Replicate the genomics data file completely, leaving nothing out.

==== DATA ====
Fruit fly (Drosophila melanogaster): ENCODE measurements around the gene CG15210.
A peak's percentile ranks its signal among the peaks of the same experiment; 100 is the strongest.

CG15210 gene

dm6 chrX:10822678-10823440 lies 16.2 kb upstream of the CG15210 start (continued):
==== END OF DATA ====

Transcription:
Fruit fly (Drosophila melanogaster): ENCODE measurements around the gene CG15210.
A peak's percentile ranks its signal among the peaks of the same experiment; 100 is the strongest.

CG15210 gene

dm6 chrX:10822678-10823440 lies 16.2 kb upstream of the CG15210 start (continued):